In recent days, we have seen blogs about a specific type of Mass Injection campaign. We take this opportunity to publish our findings in this blog.

This particular campaign has already picked up pace and it is infecting a lot of innocent users out there. It all starts with a script that is injected into certain sites. The script itself points to one particular site: “http://[REMOVED]/urchin.js”. Throughout this blog, we will see the different exploits that this particular campaign uses in order to install malicious files on to a compromised computer.

Upon visiting a site with the injected script, the user is redirected to a malicious site. A subsequent redirection takes the user to a site that contains an obfuscated script. When the script is decoded, it reveals an embedded iFrame tag. Below is an example of the de-obfuscated iFrame tag embedded in the site.

...

Robert Keith | 11 Oct 2011 21:26:32 GMT

Hello and welcome to this month’s blog on the Microsoft patch release. This is an average month — the vendor is releasing 8 bulletins covering a total of 23 vulnerabilities.

Nine of the issues are rated ‘Critical’ and they affect Internet Explorer, .NET, and Silverlight. The remaining issues are rated ‘Important’ and affect Windows, the kernel, Forefront Unified Access Gateway, and Host Integration Server. Of note this month: all Internet Explorer issues being patched are rated ‘Critical’.

As always, customers are advised to follow these security best practices:

  • Install vendor patches as soon as they are available.
  • Run all software with the least privileges required while still maintaining functionality.
  • Avoid handling files from unknown or questionable sources.
  • Never visit sites of unknown or questionable integrity.
  • Block external access at the network perimeter to all...
Robert Keith | 13 Sep 2011 20:02:22 GMT

Hello and welcome to this month’s blog regarding the Microsoft patch release. This is a smaller month in terms of patches—the vendor has released five bulletins covering a total of 15 vulnerabilities.

This month, all of the issues are rated “Important” and they affect Windows, Office, Excel, and SharePoint. Of note this month are the Office and Excel issues, which can be exploited to execute arbitrary code if a user opens a specially malformed file.

As always, customers are advised to follow these security best practices:

- Install vendor patches as soon as they are available.
- Run all software with the least privileges required while still maintaining functionality.
- Avoid handling files from unknown or questionable sources.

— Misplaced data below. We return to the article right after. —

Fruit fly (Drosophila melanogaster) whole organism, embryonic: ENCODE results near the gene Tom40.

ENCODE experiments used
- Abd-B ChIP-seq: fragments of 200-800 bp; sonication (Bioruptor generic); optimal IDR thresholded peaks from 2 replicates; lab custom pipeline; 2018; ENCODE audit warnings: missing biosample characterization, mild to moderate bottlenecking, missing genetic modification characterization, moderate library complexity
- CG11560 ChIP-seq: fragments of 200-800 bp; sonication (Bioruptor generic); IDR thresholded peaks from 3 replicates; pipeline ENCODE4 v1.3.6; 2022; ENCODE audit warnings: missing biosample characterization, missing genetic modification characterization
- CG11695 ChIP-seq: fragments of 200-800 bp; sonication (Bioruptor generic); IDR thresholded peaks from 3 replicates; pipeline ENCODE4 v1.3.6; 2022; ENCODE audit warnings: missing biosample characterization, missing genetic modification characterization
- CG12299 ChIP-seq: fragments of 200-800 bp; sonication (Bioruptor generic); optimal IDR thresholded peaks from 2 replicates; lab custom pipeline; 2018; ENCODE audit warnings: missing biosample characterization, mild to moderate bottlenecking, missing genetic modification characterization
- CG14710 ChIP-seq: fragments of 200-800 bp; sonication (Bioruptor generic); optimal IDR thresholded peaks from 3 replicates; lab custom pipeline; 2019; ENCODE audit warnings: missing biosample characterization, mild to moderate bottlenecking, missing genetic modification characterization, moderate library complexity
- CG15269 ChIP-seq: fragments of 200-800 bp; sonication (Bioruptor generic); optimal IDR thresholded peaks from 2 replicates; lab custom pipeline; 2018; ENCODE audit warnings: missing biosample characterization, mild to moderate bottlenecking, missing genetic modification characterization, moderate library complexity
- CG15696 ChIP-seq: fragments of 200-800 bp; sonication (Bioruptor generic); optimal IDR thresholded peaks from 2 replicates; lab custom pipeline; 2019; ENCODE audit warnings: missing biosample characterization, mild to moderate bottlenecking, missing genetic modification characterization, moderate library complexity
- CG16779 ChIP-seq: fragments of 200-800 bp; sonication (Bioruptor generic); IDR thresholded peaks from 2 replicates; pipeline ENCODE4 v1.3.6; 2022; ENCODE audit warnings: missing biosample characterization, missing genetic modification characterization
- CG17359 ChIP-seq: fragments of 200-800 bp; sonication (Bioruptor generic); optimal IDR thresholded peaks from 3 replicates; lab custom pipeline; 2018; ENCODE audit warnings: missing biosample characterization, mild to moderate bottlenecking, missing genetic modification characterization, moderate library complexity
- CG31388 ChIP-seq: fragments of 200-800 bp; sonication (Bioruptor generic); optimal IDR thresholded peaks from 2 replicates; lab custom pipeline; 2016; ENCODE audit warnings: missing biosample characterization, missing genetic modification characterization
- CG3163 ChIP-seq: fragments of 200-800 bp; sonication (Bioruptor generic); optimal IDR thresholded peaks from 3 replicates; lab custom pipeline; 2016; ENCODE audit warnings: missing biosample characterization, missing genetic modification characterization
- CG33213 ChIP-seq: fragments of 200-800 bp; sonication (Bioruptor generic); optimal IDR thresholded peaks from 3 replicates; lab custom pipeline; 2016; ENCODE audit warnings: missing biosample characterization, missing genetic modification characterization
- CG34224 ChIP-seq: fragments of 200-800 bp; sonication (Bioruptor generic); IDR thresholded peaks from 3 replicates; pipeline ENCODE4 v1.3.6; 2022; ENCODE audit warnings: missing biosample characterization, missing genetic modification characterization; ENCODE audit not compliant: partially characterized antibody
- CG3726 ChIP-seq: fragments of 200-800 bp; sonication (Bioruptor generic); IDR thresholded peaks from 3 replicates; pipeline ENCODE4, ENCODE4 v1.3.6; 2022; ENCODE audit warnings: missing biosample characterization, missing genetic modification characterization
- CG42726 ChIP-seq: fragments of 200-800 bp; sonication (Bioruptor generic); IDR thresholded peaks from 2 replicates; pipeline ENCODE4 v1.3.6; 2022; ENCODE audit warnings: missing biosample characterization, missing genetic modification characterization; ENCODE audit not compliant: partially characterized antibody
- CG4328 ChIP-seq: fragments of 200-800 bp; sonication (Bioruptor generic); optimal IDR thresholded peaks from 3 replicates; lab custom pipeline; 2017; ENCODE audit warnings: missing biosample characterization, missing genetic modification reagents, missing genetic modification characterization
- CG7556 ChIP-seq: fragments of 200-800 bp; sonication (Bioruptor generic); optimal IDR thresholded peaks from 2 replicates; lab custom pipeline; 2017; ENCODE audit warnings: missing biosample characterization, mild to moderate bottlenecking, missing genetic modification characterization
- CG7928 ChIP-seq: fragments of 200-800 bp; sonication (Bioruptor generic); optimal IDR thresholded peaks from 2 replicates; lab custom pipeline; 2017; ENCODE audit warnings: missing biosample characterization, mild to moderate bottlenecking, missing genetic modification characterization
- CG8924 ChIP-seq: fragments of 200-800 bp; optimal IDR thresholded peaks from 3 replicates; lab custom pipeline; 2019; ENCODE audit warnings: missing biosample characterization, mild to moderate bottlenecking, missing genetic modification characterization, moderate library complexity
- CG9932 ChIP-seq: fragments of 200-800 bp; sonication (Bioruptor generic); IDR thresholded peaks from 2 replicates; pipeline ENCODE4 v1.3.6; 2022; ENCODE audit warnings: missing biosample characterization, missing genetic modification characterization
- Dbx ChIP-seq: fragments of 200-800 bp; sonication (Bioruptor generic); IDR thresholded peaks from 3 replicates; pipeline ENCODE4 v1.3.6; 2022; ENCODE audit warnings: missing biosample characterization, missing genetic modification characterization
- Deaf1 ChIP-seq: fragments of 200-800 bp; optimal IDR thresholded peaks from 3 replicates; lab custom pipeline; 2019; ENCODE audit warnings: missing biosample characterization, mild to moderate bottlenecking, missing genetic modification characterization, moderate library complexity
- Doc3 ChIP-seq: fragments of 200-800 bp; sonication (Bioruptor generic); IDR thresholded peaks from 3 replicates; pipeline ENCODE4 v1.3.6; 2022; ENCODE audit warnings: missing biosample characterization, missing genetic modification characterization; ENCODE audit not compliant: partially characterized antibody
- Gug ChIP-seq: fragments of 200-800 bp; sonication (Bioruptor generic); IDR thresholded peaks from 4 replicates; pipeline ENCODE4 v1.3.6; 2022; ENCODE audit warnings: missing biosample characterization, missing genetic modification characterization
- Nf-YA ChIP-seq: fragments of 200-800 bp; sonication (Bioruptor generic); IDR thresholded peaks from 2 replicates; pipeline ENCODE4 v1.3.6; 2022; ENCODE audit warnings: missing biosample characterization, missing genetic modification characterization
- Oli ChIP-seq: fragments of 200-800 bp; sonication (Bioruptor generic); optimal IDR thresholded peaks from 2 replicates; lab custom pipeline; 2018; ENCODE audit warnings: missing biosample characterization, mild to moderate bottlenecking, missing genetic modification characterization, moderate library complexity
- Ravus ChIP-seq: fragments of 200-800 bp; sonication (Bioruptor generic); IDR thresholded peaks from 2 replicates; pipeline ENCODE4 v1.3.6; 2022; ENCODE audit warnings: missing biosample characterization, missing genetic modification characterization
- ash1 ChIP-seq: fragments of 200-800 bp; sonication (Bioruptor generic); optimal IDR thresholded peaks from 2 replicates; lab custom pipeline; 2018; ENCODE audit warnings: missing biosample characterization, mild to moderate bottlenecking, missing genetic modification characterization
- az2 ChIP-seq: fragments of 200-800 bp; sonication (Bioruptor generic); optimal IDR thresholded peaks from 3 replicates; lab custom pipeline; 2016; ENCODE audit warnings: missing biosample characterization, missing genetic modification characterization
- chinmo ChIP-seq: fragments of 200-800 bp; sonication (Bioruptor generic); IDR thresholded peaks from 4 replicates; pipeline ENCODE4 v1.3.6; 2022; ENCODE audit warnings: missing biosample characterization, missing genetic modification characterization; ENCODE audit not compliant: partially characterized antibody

- Never visit sites of unknown or questionable integrity.
- Block external access at the network perimeter to all key systems unless specific access is required.

Microsoft’s summary of...

Robert Keith | 12 Jul 2011 20:34:50 GMT

Hello and welcome to this month’s blog on Microsoft’s patch releases. This is an average month—the vendor is releasing four bulletins covering a total of 22 vulnerabilities.

Only one of the issues is rated ‘Critical’ and it affects the Microsoft Bluetooth Stack. An attacker in physical proximity to a vulnerable computer can exploit this issue for a complete compromise. The remaining issues, all rated “Important,” include a patch for a previously public issue in Microsoft Visio, and multiple local issues in the Client/Server Runtime Subsystem (CSRSS) and Windows kernel-mode drivers.

As always, customers are advised to follow these security best practices:

- Install vendor patches as soon as they are available.
- Run all software with the least privileges required while still maintaining functionality.
- Avoid handling files from unknown or questionable sources.
- Never visit sites of unknown or questionable integrity....

Liam O Murchu | 11 Jul 2011 14:15:33 GMT

Once in a while, a piece of malware will come along that grabs headlines. Rarer is malware that is talked about around the water cooler (at places other than Symantec). But the rarest of all is malware that actually makes history. It is for just such a piece of malware that we observe the one year anniversary this month.

Roughly around this time one year ago, a Belarusian computer security company reported finding malicious code designed to exploit a new Microsoft Windows vulnerability, dubbed the .LNK vulnerability. Little did they know this malware would change the world.

The fact that the malware exploited a zero-day vulnerability is significant, but certainly not history making. So, what made this malware so special? After the initial discovery, Symantec’s in-depth analysis of this particular malware ensued. Thousands of man hours analyzing 500 kilobytes of code later, the .LNK vulnerability was shown to be just the tip of the iceberg, and a very dangerous...